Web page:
It was a big confusing thing and we forgive you for not knowing about it before - we’ll try and break down what happened for you in the simplest terms now.
And explain why the whole world may well be doomed...
14 states voted?
Alabama, Arkansas, Colorado, Georgia, Massachusetts, Minnesota, Oklahoma Tennessee, Texas, Vermont and Virginia held primaries for both Democratic and Republican candidates while Republican caucuses were also held in Alaska, North Dakota, and Wyoming.
So what are they voting for?
In these primaries, the people vote for candidates, who will then receive amounts of delegates for each state, in pseudo-proportionate amounts based on the voteshare in each state.
It’s all very, very confusing and we recommend reading the Washington Post'svery good explainer if you really want to know more.
So what was the result?
On the Republican side of things, it was a big win for Trump, and on the Democrat side, the same goes for Hillary.
Trump won in seven states, while his opponents only won four states, securing (at the New York Times’ count) 285 delegates of 1,237 needed to secure the nomination.
In short, he's now the overwhelming favourite.
Picture: MANDEL NGAN/AFP/Getty Images
Clinton won seven, while Sanders only won four, securing 544 pledged delegates of the 2,383 needed to win (again at the NY Times’ count).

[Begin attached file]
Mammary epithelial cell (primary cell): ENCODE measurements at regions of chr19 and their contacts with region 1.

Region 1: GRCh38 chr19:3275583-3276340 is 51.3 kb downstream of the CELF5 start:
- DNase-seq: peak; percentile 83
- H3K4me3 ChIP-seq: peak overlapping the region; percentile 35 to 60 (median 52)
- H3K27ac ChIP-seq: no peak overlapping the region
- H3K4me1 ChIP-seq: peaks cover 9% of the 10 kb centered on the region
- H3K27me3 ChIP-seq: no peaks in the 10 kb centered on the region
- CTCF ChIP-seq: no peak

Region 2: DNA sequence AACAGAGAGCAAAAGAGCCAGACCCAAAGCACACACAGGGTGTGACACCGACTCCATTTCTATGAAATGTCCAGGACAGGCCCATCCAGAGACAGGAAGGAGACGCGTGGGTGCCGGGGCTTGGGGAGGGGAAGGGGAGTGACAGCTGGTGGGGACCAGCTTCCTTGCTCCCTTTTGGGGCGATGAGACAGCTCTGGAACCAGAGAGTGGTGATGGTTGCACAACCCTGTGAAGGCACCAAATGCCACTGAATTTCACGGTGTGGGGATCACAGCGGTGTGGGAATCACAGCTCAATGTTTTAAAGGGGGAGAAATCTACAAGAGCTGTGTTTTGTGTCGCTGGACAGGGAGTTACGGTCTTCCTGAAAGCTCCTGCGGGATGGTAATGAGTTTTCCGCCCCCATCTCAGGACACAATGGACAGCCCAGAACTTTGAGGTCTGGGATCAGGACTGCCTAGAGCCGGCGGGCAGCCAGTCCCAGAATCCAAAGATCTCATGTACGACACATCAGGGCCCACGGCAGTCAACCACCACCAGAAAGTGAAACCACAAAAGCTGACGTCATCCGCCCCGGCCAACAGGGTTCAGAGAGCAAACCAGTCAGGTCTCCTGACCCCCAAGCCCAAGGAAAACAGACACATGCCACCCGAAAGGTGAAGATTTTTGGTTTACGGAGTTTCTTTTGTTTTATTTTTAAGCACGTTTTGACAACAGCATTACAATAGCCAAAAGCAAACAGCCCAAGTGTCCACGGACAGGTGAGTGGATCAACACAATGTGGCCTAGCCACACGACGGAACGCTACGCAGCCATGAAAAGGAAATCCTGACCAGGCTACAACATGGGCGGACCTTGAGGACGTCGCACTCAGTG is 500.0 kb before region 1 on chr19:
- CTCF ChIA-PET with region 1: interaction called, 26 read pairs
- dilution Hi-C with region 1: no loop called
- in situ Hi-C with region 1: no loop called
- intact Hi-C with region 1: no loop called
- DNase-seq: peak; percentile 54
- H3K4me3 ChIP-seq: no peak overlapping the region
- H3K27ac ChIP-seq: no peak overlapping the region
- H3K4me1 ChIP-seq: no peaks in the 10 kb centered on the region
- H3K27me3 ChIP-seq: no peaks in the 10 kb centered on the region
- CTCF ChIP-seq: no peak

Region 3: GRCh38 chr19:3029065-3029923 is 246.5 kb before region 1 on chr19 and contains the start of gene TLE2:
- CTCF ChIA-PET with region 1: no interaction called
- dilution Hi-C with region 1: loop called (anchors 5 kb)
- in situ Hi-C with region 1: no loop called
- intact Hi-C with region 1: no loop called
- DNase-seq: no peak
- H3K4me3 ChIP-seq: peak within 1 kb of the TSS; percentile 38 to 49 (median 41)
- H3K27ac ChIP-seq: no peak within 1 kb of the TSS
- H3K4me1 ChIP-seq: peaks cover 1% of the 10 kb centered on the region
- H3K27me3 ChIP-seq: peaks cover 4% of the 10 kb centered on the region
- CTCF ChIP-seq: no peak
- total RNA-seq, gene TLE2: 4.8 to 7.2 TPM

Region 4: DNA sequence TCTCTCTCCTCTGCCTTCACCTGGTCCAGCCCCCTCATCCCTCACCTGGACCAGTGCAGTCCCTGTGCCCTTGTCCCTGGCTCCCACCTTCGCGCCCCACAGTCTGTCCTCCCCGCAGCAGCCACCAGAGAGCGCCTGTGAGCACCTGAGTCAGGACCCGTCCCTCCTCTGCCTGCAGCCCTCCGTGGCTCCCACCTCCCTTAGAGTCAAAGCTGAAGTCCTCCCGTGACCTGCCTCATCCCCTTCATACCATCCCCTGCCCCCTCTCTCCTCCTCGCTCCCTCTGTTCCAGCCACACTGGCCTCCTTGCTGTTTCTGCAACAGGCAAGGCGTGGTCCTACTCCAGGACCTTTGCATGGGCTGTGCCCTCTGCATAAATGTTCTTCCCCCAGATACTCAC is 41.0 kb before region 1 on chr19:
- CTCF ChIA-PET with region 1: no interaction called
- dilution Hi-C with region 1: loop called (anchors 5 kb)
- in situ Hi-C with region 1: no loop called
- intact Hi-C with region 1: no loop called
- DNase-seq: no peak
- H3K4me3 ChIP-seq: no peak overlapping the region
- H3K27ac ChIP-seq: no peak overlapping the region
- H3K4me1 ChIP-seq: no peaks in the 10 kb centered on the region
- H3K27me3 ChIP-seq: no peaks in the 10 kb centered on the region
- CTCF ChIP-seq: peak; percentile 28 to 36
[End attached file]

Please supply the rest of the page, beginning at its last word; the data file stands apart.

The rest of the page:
Democrats also have super delegates for every state who can vote as they please, on the tides of public opinion (but most seem set to vote for establishment candidate Hillary).
So similarly, Clinton seems set for the Democratic party nomination.
Picture: RHONA WISE/AFP/Getty Images
RCP averages of four polls conducted in February put Clinton ahead of Trump by three percentage points nationally. Interestingly, this is five per cent less than Sanders’ lead over Trump, nationally. However, it should be noted these are a month out of date.
So why is this all so significant?
As the US prepares (short of a monstrous Bernie resurgence) for Trump v Clinton 2k16, focus will turn to the remainder of the states’ primaries and the final tally at the national conventions where nominations will be formalised.
National polls of Clinton v Trump will begin as the candidates’ focus shifts to the opposition party.
So a good day for Trump and Clinton?
Definitely. However, there have been some polls which could throw a spanner in the works for both candidates, or at least cause them concern.
Last month, roughly 3,000 people were interviewed, 55 per cent of whom said they would never vote for Donald Trump, compared to 47 per cent who would never consider casting a ballot for Hillary Clinton.
So that looks like Hillary for President, right?
Picture: Andrew Burton/Getty Images
Well, maybe, but other recent polling could throw a spanner in the works.
Clinton’s unfavourability rating among American voters hit a record high on Super Tuesday.
A majority of 55 per cent of voters see her unfavourably according to a CNN/ORC poll, released Tuesday.
The survey found her favourability rating is also the lowest in two decades with only 42 per cent of Americans viewing the former secretary of state positively.
Which is slightly worrying for people who'd rather not see this man in the White House...